Mostly at Bear’s insistence and partially from my own curiosity, I have fallen into a full-fledged, unglamorous Bill Callahan stupor as of late. I have to have it with my coffee in the morning, and it has too often become my middle of the night wake-up call to turn off “One Fine Morning,” a song I have spent an embarrassing amount of time with, as if to make up for lost years with a new friend. And then like a gift from the universe, I stumbled upon the discovery that Gil Scot-Heron’s “I’m New Here” was originally a Bill Callahan song, released on (his then-stage name) Smog’s 2005 album A River Ain’t Too Much to Love. The more familiar Gil Scot-Heron version has a riding intensity that takes on a declaration of virility, whereas Callahan’s stoic simplicity and frankness in his quiet philosophy is a personal epiphany, a hint at enlightened thinking and an internal return to form. The differences are actually subtle, and their voices echo one another, like close friends finishing each others’ baritone stories.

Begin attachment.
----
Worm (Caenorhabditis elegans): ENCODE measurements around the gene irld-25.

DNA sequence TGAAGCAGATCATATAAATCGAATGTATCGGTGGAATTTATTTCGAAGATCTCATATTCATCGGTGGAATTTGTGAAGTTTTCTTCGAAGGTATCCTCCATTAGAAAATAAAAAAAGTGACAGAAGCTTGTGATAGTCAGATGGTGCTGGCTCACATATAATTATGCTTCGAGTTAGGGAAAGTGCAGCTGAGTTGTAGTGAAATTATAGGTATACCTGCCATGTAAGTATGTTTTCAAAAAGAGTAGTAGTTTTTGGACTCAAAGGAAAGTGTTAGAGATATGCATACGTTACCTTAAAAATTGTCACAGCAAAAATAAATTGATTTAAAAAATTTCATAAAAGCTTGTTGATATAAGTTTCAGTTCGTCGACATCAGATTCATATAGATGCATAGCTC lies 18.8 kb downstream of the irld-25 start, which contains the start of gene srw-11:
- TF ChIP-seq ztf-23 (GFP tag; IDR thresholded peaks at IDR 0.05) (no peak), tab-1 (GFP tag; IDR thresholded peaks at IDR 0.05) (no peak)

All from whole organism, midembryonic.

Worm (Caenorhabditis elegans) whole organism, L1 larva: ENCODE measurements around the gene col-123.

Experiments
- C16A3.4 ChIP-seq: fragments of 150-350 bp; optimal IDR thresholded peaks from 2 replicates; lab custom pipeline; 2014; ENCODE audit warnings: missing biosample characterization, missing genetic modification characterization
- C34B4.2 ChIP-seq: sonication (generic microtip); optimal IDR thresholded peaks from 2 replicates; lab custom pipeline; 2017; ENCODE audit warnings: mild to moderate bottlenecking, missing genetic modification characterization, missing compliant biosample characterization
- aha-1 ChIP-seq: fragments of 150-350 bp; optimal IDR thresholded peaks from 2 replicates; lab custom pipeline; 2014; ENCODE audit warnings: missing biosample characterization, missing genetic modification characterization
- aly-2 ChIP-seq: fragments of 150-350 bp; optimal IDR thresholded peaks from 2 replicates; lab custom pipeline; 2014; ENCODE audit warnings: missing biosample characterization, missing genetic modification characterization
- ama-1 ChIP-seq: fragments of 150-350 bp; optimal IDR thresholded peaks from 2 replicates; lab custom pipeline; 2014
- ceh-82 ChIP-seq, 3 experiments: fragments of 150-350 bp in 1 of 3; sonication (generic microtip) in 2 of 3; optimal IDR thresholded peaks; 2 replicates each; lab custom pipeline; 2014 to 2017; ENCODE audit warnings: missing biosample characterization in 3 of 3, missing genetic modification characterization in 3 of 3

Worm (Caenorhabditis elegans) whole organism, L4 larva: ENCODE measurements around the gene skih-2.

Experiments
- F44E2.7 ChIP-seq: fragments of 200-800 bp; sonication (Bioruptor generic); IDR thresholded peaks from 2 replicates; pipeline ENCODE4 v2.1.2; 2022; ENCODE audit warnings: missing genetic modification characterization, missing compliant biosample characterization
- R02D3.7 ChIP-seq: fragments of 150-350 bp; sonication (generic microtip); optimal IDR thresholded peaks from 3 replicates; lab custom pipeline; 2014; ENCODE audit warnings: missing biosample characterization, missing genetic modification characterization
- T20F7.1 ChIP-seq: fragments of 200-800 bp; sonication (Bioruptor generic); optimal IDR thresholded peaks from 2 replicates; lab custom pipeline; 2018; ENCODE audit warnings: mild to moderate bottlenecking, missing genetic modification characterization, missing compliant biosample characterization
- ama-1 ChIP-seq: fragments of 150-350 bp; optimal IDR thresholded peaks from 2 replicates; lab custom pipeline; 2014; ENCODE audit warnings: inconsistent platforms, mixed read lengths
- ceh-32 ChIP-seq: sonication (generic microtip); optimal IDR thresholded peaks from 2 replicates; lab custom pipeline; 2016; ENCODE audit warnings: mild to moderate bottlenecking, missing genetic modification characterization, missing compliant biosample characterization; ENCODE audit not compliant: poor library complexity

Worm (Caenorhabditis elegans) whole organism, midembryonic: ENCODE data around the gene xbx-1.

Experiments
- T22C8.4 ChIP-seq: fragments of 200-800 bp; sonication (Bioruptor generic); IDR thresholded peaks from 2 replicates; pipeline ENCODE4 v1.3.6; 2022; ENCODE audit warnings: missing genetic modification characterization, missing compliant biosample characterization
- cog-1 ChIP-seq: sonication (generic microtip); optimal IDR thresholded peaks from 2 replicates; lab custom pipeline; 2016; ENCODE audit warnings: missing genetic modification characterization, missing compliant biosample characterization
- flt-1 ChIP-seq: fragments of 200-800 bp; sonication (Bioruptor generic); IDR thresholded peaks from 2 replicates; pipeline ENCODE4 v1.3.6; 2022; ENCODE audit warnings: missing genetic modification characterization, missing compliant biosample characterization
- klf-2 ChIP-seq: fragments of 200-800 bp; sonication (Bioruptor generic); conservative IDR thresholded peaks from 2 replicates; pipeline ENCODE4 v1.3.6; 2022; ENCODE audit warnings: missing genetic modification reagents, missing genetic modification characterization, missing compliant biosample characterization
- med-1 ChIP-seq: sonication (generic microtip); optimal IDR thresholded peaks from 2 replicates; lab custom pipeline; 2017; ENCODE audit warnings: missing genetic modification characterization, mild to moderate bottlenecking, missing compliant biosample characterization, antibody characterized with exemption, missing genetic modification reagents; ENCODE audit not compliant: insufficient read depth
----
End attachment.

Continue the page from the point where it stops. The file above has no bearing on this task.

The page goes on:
The first thing of notice is the repetition of “no” that opens Callahan’s original, a sort of mantra that wards away into focus. The delicate fingerpicking sweetens out the coarseness in his vocal and emits a lightness against the obtuse songwriting. I’ve been obsessed with the way things fit into and affect specific times and places, so it’s been hard not to hear this song in my head the past few beautiful Los Angeles mornings, like whispered secrets directly from Spring. It embodies the impending season and changing breeze it always brings – the friends who come and friends who go, the annual exchange of new ambitions for the things we finally let go of, and mostly, the constancy of a life always in motion. There is a sinking sense of renewal that’s not necessarily about being in a new place, but having a new perspective of somewhere you’ve always been. Let this one talk to you, it’s wise as hell.